A federally funded program providing rental assistance to Michiganders is focusing on getting payments to people at the highest-risk of being evicted, first. A national eviction moratorium expires next week. If it’s not extended, a backlog of stalled eviction cases could proceed.
“The worst case scenario is that [the national eviction moratorium] does end and there could be many orders of eviction happening in early April,” said Kelly Rose, chief housing solutions officer at the Michigan State Housing Development Authority (MSHDA).
Last week MSHDA announced a program, funded by the federal stimulus package passed last December, which provides rental assistance to Michigan tenants and landlords suffering income losses tied to the coronavirus pandemic. Either landlords or tenants can initiate the application process and renters making up to 80% of area median income are eligible for up to 10 or 12 months of rental assistance.
Rose says a thousand of more pending eviction cases could result in court-ordered evictions by the end of April without the protection of the Centers for Disease Control-ordered eviction moratorium. These cases have already progressed through court proceedings to the point where an eviction could happen relatively quickly once the moratorium expires.
“We’re trying to avoid that as much as possible,” Rose said. “[We’re] working with landlords and tenants that are in those cases to try to get those judgements satisfied and cases paid upon so people can preserve their housing,”
Last year the state ran an Eviction Diversion Program (EDP) that offered rental assistance to landlords and tenants. The New COVID Emergency Rental Assistance Program (CERA) has a lot more funding, and can offer a lot more assistance to struggling tenants and landlords.
Doug Benson is a landlord with 81 rental units and president of the Rental Property Owners Association of Mid-Michigan, a group he says has about 150 members. He said the EDP program was easy to use and helpful both for him and his tenants. He’s working on a CERA application with one of his tenants now, to get paid for past-due rent.
“I think it’s a great thing. I think it works well,” Benson said. “The people that we used it with before were in some serious trouble, and the only issues I had with them, at all, were that they simply hadn’t paid their rent. They were good people.”
MSHDA expects the new rental assistance program to deliver payments to 50-55 thousand Michigan families. CERA is expected to pay out up to $10,000 in rental assistance per household, a significant boost from the $3,300 maximum available under last year’s state-run EDP.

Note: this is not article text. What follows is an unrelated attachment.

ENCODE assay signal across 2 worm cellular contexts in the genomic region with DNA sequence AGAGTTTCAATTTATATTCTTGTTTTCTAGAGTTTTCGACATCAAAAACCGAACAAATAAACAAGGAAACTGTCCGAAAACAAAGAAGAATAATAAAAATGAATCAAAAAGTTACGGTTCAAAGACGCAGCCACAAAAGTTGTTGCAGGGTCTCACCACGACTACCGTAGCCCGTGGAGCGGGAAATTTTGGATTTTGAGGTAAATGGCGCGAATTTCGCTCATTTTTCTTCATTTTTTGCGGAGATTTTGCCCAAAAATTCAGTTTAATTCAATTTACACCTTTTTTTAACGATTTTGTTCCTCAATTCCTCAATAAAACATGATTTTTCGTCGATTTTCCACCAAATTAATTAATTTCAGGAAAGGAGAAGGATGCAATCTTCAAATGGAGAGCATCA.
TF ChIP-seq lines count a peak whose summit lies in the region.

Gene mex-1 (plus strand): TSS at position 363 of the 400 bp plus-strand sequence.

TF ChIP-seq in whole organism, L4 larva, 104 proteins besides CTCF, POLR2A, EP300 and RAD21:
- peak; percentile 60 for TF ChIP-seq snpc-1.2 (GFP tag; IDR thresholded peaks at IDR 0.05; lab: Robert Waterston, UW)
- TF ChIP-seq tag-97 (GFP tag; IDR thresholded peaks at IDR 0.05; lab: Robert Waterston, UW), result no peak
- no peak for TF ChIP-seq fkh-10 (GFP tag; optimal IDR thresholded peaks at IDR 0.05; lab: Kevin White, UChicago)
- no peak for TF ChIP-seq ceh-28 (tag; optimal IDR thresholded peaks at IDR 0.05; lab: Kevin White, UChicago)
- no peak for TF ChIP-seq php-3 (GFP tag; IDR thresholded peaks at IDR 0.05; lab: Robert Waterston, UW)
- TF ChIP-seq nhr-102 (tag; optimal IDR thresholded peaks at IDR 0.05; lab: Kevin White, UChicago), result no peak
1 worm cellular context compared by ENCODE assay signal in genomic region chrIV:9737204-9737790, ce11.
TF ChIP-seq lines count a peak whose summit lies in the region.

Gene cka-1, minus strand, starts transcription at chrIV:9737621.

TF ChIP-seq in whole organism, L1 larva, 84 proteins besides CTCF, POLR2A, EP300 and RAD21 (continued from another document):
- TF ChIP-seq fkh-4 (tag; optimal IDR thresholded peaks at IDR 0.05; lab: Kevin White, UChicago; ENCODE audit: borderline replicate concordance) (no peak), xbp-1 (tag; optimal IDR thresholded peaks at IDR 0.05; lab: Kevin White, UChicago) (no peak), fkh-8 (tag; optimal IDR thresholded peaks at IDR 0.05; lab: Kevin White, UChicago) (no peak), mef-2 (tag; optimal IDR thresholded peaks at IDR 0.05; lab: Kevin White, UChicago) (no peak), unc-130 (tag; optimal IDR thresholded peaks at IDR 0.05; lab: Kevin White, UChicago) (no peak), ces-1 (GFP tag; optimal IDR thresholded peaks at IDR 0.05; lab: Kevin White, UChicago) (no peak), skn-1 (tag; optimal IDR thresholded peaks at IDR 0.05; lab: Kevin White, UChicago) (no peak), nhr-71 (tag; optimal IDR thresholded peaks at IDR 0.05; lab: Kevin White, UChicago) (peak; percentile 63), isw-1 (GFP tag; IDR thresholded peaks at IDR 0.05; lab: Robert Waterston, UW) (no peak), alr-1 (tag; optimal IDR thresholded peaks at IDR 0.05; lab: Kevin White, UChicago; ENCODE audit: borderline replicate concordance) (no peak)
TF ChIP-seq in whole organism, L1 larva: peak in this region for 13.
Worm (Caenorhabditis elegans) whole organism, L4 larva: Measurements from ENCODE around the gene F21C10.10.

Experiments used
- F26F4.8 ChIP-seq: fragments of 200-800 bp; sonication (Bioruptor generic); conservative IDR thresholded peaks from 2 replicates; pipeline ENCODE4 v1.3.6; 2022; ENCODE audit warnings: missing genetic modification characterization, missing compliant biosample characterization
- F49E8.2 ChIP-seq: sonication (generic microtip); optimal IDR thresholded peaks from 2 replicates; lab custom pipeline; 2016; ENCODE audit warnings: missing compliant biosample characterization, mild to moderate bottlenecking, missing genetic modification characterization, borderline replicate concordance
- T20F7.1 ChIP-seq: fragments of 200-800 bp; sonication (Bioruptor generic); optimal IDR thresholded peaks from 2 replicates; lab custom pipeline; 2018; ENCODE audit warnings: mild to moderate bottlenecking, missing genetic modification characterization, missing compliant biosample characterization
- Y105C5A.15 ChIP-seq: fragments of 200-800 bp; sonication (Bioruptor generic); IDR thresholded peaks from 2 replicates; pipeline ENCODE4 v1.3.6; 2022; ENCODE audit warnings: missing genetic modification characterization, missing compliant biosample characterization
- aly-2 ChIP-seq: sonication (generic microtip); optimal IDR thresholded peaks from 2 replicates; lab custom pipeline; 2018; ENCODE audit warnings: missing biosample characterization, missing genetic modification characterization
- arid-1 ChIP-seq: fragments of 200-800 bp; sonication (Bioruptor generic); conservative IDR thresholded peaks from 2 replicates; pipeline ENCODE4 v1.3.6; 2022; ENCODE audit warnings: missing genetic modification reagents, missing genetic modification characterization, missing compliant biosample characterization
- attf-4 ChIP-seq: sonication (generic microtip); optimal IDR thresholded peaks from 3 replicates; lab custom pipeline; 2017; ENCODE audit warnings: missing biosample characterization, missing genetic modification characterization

Benson does hope the Centers for Disease Control and Prevention allow the current national eviction moratorium to expire without an extension next Wednesday. State officials say they don’t know whether the moratorium will be extended or not. It’s for this reason officials administering CERA are targeting the people with eviction cases already pending, to get rental assistance payments in their hands first.
The moratoriums put in place by state and the federal government through the pandemic have resulted in greatly reduced numbers of eviction case filings, according to both Rose and Margaret Dewar, Professor emeritus of Urban Regional Planning at the University of Michigan. Even with the moratorium in place, courts have started to hear eviction cases again, though most cases are supposed to be put on hold before an eviction is carried out due to the moratorium.
There’s a total of $622 million in funding available for CERA, though the state Legislature hasn’t appropriated all the money. The rental assistance program currently has $282 million in approved funding.
“It’s going to help a lot because it will help landlords and tenants get to an agreement about payment schedules,” Dewar said. “It’ll help make landlords whole. It’ll help tenants get back on their feet as the economy improves.”
Rose expects CERA will lead to a decline in Michigan homelessness. The 2019 report on homelessness in Michigan rom the Michigan Campaign to end homelessness reports there were more than 61,000 people in Michigan who experienced homelessness in 2019, the most recent year data is available for.
“We’re definitely anticipating that this should show results in our homelessness data for 2021,” Rose said. “With this amount of funding being able to preserve people’s housing, we absolutely would expect that we’ll have less people entering homeless shelters.”
James Cunningham, Deputy Regional Administrator for the Housing and Urban Development Department’s Midwest office, says programs that existed before the pandemic have led to significant declines in homelessness in Michigan over the past decade or more, but for now the focus is recovering from the economic shock of the coronavirus pandemic.
“That’s why we have CARES Act funding, that’s why we had the American Rescue Plan; to make short term gains (fighting homelessness) as we go into the economic recovery, as we come out of COVID.”